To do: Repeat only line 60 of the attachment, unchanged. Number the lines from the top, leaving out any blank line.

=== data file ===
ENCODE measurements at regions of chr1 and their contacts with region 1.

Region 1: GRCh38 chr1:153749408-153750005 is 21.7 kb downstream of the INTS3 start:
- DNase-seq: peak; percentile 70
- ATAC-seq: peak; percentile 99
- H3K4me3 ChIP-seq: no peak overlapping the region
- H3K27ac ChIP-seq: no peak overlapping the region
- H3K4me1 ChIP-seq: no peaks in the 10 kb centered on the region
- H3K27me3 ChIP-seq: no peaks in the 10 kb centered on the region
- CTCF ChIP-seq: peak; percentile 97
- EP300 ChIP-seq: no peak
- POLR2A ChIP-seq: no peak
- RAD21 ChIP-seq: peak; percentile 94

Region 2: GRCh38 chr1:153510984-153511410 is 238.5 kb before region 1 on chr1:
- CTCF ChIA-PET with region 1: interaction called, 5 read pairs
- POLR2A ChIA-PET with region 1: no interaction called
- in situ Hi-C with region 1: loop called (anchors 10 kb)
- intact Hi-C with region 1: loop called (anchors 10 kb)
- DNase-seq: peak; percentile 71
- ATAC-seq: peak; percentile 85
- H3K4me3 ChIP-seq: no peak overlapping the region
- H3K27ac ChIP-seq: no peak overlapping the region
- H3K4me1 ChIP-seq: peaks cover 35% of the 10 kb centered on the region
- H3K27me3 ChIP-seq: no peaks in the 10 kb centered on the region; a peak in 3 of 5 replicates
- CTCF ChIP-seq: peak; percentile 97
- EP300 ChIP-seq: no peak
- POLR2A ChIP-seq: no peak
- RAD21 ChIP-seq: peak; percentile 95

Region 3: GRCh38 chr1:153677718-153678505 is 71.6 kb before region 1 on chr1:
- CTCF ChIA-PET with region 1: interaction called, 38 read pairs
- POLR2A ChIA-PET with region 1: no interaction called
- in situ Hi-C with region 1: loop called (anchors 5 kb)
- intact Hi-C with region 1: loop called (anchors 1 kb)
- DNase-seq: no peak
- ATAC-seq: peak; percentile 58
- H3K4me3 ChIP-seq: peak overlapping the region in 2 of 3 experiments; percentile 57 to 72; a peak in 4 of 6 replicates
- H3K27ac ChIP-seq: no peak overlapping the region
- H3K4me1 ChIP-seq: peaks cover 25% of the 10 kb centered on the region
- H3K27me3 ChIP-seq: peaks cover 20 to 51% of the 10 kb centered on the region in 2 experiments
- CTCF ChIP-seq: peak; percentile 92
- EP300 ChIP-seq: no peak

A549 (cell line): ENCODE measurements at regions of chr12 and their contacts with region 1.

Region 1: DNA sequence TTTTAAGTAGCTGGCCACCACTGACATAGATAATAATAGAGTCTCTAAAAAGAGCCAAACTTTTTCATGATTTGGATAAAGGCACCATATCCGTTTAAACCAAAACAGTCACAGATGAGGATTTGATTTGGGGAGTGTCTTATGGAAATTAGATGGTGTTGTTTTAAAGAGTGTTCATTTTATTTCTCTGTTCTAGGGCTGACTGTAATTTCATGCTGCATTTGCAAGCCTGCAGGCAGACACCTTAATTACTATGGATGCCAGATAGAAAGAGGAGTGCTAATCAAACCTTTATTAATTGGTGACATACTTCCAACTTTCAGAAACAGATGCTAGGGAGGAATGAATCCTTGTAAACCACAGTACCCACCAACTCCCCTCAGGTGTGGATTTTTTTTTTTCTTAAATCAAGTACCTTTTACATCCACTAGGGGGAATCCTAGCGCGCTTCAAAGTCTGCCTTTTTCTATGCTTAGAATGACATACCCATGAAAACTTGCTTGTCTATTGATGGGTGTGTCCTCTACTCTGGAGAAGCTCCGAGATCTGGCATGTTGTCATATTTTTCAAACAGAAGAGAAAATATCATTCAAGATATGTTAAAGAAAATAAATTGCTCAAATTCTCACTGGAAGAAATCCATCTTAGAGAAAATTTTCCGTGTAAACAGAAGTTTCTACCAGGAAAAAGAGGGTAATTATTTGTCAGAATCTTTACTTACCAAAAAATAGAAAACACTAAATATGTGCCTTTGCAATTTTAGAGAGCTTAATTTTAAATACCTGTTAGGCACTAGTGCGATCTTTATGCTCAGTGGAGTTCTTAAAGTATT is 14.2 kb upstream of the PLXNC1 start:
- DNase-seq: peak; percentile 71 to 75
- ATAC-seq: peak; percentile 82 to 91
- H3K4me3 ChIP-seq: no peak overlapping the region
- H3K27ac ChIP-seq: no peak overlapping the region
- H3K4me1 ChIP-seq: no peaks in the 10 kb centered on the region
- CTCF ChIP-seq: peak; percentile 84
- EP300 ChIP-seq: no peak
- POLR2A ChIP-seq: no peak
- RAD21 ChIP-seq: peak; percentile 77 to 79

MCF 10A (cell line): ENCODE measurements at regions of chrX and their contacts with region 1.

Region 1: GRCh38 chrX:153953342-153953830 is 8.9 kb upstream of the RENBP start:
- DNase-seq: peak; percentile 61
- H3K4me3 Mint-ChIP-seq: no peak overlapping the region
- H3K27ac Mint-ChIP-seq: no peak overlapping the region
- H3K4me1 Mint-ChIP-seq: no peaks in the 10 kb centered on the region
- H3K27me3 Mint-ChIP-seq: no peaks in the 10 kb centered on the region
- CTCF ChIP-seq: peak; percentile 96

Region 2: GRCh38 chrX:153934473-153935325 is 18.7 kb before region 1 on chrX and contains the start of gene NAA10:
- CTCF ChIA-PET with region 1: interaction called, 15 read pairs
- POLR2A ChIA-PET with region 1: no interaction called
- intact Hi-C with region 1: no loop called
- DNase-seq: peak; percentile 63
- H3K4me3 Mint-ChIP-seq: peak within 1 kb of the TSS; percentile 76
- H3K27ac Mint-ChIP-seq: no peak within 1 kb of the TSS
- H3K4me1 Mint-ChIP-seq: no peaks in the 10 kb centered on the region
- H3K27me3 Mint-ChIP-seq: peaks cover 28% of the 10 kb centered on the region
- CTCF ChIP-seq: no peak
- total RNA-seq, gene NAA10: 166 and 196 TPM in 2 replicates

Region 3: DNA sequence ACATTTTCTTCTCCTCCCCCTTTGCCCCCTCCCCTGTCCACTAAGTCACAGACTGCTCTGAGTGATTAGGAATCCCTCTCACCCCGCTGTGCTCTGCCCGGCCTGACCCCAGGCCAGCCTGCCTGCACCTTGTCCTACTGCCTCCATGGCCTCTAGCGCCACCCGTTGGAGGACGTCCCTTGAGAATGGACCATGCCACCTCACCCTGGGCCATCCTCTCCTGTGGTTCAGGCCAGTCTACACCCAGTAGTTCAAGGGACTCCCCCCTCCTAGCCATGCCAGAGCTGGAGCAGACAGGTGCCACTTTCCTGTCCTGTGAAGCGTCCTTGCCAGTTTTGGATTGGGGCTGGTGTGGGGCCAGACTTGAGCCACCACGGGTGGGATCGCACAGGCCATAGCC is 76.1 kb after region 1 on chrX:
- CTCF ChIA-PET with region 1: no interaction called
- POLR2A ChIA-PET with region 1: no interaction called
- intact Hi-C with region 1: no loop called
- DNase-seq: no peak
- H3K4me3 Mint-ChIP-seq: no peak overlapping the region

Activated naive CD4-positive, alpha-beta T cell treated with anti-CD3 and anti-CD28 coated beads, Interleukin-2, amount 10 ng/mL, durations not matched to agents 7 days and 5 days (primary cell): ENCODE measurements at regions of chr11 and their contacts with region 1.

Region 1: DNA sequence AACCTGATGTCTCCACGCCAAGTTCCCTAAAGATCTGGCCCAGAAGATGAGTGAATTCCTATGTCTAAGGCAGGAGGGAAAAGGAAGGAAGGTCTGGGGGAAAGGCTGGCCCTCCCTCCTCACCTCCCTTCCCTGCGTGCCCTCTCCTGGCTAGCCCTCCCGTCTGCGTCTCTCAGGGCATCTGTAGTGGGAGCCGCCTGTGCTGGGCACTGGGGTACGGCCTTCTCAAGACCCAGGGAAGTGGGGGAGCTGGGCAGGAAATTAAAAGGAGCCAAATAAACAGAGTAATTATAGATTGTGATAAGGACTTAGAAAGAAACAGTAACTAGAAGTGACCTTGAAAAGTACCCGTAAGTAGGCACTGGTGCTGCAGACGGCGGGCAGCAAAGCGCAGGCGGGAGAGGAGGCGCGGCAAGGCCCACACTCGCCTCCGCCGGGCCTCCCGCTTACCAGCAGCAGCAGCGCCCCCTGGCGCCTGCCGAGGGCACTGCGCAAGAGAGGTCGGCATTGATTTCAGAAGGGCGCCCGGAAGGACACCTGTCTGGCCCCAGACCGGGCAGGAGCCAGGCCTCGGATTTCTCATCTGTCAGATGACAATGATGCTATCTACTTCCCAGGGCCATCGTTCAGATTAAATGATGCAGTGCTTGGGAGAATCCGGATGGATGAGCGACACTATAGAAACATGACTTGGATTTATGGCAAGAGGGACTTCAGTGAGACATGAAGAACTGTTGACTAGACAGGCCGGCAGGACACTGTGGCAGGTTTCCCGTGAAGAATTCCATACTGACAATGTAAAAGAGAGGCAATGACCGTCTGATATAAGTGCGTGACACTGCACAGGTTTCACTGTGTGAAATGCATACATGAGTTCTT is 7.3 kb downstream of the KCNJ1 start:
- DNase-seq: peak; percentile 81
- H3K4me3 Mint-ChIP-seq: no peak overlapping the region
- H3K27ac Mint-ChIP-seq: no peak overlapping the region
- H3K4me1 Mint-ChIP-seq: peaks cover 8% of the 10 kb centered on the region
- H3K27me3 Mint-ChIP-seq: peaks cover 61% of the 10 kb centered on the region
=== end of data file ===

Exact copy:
Region 2: GRCh38 chrX:153934473-153935325 is 18.7 kb before region 1 on chrX and contains the start of gene NAA10: